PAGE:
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DOHC EJ25 Timing Belt?


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8 replies to this topic

#1 EVOthis

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Posted 01 March 2008 - 09:08 PM

I was just reading the article on endwrench about the timing belt change on the DOHC ej25 i noticed the special tools they use to hold the cams in place......my question is.....Is there any other safe way to change the timing belt without these tools?......thanks for your time and knowledge.......

#2 Dickensheets

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Posted 01 March 2008 - 09:28 PM

I was just reading the article on endwrench about the timing belt change on the DOHC ej25 i noticed the special tools they use to hold the cams in place......my question is.....Is there any other safe way to change the timing belt without these tools?......thanks for your time and knowledge.......


I used a 16" set of channel locks while my helper tightened the nut to spec.

For removal there is a bell housing access port at the top. I put a long screwdriver in there to prevent engine rotation and loosened the nuts with the old belt in place.

There are other ways to do it also...

rd

#3 grossgary

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Posted 01 March 2008 - 09:52 PM

Is there any other safe way to change the timing belt without these tools?

yes, it's easy. i never use a special tool. line the marks up before removing the old belt. remove it and reinstall. if one cam snaps out of place, no harm done, just move it back the same way it snapped out. i had no problem doing my first DOHC timing belt. special tools are way overkill.

there are loooong discussions about special tools, ordering, part numbers, dimensions, tricks, and making one...but it's unnecessary.

get small c clamps and pad them to hold the timing belt to the sprocket when reinstalling, that's a fantastic tip i saw mentioned by the new guy aircrafte. the belt will want to sort of pop off the cams when you're first installing it.

taking the cams off is another task as they are typically very tight and that's what the previous poster is referring too. i leave the old belt in place and remove them that way.

#4 EVOthis

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Posted 01 March 2008 - 10:04 PM

thanks a bunch guys.....i just started thinking when i was reading the article because they stress so much that if one of the cams snaps out of place internal damage will occur.........

#5 grossgary

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Posted 01 March 2008 - 11:50 PM

thanks a bunch guys.....i just started thinking when i was reading the article because they stress so much that if one of the cams snaps out of place internal damage will occur.........

if you line the timing marks up before removing them - then the cams won't snap in such a way that they cause any damage. i believe it's just the drivers side top cam that is most prone to snap, but it won't cause anything to hit and you just rotate it back.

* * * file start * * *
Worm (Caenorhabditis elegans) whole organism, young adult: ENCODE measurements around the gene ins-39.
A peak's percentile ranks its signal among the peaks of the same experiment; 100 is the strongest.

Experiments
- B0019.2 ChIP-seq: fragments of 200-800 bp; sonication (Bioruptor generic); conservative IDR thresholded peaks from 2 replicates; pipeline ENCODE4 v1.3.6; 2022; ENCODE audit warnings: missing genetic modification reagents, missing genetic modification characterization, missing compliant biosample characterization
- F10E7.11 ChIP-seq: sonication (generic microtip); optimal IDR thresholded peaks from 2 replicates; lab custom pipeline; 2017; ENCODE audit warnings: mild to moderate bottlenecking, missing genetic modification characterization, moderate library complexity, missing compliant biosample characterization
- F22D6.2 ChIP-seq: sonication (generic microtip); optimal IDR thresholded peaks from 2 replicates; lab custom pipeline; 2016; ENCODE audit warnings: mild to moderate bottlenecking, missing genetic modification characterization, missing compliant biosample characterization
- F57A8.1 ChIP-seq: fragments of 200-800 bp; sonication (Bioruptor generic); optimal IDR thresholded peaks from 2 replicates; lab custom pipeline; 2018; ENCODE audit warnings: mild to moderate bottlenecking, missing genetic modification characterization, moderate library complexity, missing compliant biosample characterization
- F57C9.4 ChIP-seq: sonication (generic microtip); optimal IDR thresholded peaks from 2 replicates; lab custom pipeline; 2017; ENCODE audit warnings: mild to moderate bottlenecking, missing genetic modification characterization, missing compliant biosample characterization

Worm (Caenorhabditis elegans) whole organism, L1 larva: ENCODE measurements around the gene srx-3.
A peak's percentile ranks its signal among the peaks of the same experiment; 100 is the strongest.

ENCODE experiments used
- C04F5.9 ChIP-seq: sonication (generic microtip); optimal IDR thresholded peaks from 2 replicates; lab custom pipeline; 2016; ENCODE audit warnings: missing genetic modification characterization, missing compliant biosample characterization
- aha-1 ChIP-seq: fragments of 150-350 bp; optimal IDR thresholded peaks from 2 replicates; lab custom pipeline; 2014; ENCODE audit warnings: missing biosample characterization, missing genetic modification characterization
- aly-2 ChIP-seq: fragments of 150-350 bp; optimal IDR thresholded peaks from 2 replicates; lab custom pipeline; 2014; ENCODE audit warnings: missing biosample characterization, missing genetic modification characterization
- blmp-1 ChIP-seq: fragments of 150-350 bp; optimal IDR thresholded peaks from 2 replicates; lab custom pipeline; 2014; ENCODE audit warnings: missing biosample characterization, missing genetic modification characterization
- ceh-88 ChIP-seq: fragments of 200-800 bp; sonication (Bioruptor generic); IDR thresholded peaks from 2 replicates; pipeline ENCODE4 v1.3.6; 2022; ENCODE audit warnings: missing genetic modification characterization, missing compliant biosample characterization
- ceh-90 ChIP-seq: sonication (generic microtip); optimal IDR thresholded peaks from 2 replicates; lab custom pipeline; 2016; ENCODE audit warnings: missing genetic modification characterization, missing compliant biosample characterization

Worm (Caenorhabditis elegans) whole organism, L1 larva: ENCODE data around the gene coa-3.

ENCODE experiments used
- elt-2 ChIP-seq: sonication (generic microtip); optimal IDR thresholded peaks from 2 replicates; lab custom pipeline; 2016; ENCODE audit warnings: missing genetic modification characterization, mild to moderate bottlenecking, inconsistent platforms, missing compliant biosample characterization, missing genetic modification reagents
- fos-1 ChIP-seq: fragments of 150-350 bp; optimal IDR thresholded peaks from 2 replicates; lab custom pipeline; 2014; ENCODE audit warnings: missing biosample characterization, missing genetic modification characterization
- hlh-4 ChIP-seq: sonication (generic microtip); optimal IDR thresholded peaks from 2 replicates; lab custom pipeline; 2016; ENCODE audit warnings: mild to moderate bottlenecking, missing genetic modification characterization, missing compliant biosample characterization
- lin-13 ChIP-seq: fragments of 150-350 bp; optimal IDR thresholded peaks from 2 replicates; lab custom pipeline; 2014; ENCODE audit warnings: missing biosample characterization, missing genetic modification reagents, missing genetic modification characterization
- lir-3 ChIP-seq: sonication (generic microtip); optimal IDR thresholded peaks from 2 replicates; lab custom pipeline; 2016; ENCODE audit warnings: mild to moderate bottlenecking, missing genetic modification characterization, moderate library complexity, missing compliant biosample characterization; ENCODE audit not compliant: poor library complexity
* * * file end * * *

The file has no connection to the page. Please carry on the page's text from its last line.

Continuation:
#6 EVOthis

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Posted 02 March 2008 - 07:16 AM

great! thanks for the info grossgary!

#7 grossgary

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Posted 02 March 2008 - 09:27 AM

great! thanks for the info grossgary!

no problem, i hope it helps. if you go to do one be sure the print out the endwrench article on them and combine that with the tips from here - it's like a fine meal..a little of this, just the right amount of that!!! hmmmm.....

#8 mnwolftrack

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Posted 03 March 2008 - 12:26 PM

instead of holding the new belt on with C-clamps, I recommend using those small plastic spring clamps. They are usually found in the $1 bin at tool stores. I've had a bunch of them and never used them before but finally found a great use for them! Their jaws are very forgiving and they don't clamp too strongly. These are the kind of clamps that do not have any locking mechanism on them.

I used one spring clamp on each cam sprocket and used 2 more to hold the cams together with respect to themselves.

I did not use special tools either. There's a spot on the cams that an adjustable wrench fits nicely on.

Works great.

If I'm remembering my sides correctly, the passenger side cams will spin into alignment with great ease. If you try hand-spinning either cam too far, you will feel the points at which you need to stop spinning because it gets too tough to do by hand. The driver's side cams will likely pop out of position once the old belt is removed. In order to get them back into position, you will only be able to free-spin each sprocket *almost* all the way into position. Each sprocket will get pretty close to proper alignment, but you'll likely need a tool to get it in it's final spot. you will likely see that if you rotate freely in one direction (the wrong direction), you will have to rotate with a tool much further than if you spun freely in the other direction. I forget which is which, but one of the driver's side sprockets gets spun counter clockwise into position, and the other gets spun clockwise.

It's really not that hard. Oh, I also recommend changing the tensioner, water pump, t-stat as long as you are in there. You may also have to replace an idler pulley or two. You won't know on those until you get in there and spin them by hand. If any of your seals are leaking, it would be a good time to do those too (cam seals, front main seal, valve covers). You can get nickle-and-dime'd to death as well, so take into consideration how much you really need to do.

#9 screwbaru2

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Posted 04 March 2008 - 02:03 AM

I wrap the sprokets with rubber and use a 10" chain wrench to hold em. Works for me.




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